Sunday, November 20, 2011

Thanksgiving Letter

Thanksgiving Day, 9 a.m.

Dear Ava,
I’ve been up since six, bet you were too, and I wish I could have come over but Daddy says it’s slutty the way I run over to your house all the time and I told him it’s not slutty when it’s two girls but he said he’s speaking metaphorically and anyway this is Thanksgiving (like I didn’t know that) and it’s meant for families to be with families, which is just plain stupid, but anyway that’s why I’m writing to you and not talking to you in person and as soon as I can get out the front door without being caught I’ll run this over and put it in your mailbox. I hope you look there. Try to read my mind this second: 
M-A-I-L  B-O-X. 
Do you like this paper? It’s not really purple. I know it looks purple but it’s called mauve and no I didn’t spell it wrong, my grandma sent it with a note telling me the color because she’s always trying to improve my mind, so get used to this mauve, you’ll be seeing a lot of it, who else would I write to?
She also sent me a book, "A Child’s Garden of Verses," she is so two centuries ago, but I don’t want to be mad at her because the reason she’s sending me this stuff instead of waiting until Hanukkah is she thinks she might be dead by then which is really sad. But on the other hand it’s not sad because there’s nothing wrong with her, she just gets seasonal dread she calls it, but if she’s still alive on New Year’s Day then I’m really going to be mad at her for being so negative about life.
There was a lot of activity in the kitchen this morning, Dad and his new live-in girlfriend playing around with the turkey, giggle, giggle, giggle. I stayed up in my room because watching them make out over a naked animal would turn my stomach, but now they’ve gone back to bed and it’s quiet as the grave though any second I expect to hear her panting and oh-my-god-ing and I'm sure this is not good for me, mental health-wise, but Dad, being a psychologist, would probably say “Facts of life, Dorrie, get used to it.” 
So I'm just wondering about something: “quiet as the grave,” what do you think? Is it quiet in the grave? I doubt it. Gross. Hold on a sec, I’m going to change the channel in my mind. Okay, I’m back.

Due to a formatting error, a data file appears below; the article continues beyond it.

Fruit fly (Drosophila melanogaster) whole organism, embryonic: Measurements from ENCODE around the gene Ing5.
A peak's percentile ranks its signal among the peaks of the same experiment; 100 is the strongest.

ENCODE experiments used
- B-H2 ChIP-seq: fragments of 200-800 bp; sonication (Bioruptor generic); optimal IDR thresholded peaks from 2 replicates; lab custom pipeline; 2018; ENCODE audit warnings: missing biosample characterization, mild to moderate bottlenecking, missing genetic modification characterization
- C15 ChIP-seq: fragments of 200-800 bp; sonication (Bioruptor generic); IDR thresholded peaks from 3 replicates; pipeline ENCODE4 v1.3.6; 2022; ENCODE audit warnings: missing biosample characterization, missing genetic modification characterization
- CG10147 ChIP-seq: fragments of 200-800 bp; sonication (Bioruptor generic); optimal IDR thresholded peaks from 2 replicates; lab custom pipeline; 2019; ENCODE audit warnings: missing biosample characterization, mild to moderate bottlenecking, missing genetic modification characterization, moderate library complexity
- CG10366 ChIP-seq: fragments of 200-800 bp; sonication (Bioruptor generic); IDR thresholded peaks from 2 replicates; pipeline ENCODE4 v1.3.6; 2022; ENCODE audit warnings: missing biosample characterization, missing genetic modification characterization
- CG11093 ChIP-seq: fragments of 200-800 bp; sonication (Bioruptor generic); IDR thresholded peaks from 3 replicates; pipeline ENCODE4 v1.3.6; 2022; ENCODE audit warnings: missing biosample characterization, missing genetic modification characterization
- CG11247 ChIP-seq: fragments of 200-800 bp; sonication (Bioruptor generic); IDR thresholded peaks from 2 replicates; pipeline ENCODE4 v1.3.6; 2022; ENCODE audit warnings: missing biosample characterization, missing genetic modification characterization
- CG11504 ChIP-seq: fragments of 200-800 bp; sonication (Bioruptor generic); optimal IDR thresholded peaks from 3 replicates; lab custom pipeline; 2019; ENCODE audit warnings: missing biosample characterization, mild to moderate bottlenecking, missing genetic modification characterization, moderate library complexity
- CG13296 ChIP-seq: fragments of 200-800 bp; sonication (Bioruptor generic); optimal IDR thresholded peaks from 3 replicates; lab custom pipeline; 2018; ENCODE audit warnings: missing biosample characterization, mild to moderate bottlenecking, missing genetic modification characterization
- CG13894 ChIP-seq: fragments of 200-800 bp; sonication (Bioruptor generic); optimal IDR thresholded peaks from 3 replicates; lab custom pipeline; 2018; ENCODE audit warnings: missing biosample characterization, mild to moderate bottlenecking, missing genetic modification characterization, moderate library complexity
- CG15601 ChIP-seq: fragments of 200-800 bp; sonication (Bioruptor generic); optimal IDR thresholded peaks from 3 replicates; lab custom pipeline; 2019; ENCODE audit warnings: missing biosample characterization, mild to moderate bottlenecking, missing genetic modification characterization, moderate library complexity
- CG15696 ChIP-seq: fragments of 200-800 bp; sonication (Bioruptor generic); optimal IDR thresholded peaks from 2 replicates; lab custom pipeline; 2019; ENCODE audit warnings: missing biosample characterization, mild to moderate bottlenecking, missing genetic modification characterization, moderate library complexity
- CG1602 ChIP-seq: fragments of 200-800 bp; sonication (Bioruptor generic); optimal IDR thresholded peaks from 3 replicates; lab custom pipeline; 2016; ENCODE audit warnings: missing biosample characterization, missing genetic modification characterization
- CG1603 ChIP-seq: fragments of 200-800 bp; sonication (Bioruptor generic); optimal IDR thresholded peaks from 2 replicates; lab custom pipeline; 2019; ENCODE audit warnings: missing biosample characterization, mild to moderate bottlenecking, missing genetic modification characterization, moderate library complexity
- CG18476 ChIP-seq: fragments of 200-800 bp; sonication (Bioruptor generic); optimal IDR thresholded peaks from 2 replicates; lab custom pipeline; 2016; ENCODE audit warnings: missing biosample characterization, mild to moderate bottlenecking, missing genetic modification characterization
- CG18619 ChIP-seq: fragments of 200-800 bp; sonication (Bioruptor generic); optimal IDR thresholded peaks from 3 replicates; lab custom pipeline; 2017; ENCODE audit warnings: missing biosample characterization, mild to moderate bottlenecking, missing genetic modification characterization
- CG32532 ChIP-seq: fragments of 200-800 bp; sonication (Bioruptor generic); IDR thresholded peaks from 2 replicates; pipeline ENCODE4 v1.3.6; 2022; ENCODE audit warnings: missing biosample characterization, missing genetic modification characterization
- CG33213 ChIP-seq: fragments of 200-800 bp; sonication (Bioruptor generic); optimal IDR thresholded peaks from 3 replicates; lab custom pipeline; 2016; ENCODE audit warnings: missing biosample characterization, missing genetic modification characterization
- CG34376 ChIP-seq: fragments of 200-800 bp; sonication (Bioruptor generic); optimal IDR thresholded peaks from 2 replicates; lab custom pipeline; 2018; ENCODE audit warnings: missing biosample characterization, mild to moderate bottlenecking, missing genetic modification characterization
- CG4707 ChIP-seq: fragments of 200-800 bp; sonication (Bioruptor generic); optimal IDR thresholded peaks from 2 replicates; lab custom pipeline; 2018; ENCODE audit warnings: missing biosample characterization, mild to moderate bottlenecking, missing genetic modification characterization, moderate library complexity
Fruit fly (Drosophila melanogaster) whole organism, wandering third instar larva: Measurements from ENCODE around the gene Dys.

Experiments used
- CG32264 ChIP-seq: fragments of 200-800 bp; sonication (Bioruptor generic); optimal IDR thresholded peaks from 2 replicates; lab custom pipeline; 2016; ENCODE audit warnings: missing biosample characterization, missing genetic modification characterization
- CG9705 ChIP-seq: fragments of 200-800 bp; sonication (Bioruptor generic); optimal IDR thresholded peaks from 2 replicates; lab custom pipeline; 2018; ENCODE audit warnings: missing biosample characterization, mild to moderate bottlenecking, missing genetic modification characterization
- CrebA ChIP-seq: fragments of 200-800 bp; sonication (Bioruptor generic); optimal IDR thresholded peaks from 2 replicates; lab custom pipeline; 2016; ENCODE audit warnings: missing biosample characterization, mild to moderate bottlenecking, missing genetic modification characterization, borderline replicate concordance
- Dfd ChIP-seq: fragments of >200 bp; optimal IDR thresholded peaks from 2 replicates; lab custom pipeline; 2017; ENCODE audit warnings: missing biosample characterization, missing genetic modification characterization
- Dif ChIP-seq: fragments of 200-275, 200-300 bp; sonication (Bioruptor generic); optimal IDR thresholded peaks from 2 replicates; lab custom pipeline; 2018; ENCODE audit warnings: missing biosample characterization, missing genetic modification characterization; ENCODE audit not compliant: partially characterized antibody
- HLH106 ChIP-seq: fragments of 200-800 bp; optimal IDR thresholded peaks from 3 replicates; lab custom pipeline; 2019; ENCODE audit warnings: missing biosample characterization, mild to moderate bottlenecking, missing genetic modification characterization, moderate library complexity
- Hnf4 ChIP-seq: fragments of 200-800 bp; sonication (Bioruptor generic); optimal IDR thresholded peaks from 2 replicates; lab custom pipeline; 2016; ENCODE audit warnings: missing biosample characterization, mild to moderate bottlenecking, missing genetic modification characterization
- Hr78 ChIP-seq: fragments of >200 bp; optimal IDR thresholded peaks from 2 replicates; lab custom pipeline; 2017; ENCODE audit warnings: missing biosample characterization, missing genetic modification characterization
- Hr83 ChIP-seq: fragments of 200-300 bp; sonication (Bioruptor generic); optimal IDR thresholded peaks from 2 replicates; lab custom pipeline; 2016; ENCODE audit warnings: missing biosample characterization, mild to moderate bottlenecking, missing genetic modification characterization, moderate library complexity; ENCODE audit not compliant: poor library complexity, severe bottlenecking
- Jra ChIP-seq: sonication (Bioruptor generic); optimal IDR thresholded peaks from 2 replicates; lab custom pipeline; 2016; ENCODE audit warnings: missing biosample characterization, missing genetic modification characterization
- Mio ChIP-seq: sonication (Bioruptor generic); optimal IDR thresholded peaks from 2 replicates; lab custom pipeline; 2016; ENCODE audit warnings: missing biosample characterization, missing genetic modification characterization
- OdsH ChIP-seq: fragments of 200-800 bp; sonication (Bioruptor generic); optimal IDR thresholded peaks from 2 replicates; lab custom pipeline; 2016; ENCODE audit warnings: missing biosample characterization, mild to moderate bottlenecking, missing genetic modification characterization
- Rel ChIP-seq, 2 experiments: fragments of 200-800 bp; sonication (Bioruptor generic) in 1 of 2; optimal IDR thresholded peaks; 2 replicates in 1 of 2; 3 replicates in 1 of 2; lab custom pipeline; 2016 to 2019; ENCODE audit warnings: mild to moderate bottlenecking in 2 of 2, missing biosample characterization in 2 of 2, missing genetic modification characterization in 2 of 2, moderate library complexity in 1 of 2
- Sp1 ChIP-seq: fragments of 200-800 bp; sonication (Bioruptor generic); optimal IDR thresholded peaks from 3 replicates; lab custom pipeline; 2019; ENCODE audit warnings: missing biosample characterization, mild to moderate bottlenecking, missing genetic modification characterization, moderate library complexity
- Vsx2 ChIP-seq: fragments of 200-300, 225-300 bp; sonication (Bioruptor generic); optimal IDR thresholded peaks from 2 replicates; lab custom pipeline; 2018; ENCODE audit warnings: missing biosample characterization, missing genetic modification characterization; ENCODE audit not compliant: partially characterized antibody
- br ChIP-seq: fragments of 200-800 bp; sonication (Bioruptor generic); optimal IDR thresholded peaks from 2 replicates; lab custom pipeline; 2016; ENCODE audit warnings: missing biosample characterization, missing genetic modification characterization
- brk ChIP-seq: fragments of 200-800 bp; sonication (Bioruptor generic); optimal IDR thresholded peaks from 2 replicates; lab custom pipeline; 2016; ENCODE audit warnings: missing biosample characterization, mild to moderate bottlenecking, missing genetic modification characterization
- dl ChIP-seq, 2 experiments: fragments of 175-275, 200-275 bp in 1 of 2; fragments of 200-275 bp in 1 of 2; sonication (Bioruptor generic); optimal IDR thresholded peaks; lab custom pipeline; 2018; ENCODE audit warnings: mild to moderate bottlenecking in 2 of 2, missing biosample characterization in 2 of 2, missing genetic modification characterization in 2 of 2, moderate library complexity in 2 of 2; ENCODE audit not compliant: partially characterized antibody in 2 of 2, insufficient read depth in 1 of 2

My ex-step-mother and her two gnomes will be here at one. Is this the weirdest thing you’ve ever heard of? My father is like one of those men with a harem, he gets his ex and his current to come and fuss over him with their cranberry sauces and we’re all supposed to act like it’s normal. He says “We make the rules, not society” but by "we" he means "he" because if I made the rules I’d be at your house right now and we’d have mac-and-cheese from the microwave and we'd play with the Ouija board until our finger tips fell off.
One of the things I’d really like to know is how a woman who is old enough to drive still can’t figure out the meaning of the word vegetarian. When Dad’s live-in realizes I’m not going to eat a single ounce of that 300 pound turkey there’s going to be World War 4 in the dining room. My ex-step-mother might even start crying. She’ll be sad because now that she’s a guest in the house she won’t get to call me names and throw fits. But you never know, anything can happen, I’m sort of hoping for a food fight with the two gnomes, for old time’s sake. 

So now it is so much later, how did this happen? 
You might have noticed I still haven’t managed to get this letter into your mailbox,  hope you haven’t been waiting there, that is if you read my mind in the first place. Did you? 
There’s something of a scene going on downstairs, I’ll tell you every single detail when I see you tomorrow, but for now just try to picture this: After the so-called feast my ex-step-mother stood up and recited a poem she wrote especially for the occasion. I thought she would have outgrown that sensitive phase of hers, but apparently not. It was a very long poem, seemed like 3 hours, and I didn’t understand all of it, but I think it was supposed to be erotic, and it kind of upset the live-in who might be living out soon. Hallelujah.
This is the last letter you’ll get from me on this mauve paper. You remember Jeffrey, one of my former step-gnomes, well he was hanging out in my room — don’t ask me how he got through the barricade — and it turns out mauve is his favorite color, which was something of a shocker but not in a totally bad way, so he’s taking the whole box of stationery off my hands except for one sheet which I’ll use to write a thank you note to my grandmother. I couldn’t get him to take "A Child’s Garden of Verses," though. What did I expect? It’s only Thanksgiving. They don’t promise you miracles on Thanksgiving. 

Look for me early in the morning, I’ll be right there on your doorstep. You'll know it's me because in spite of everything that happened today I still look the same. On the outside.

Love, Dorrie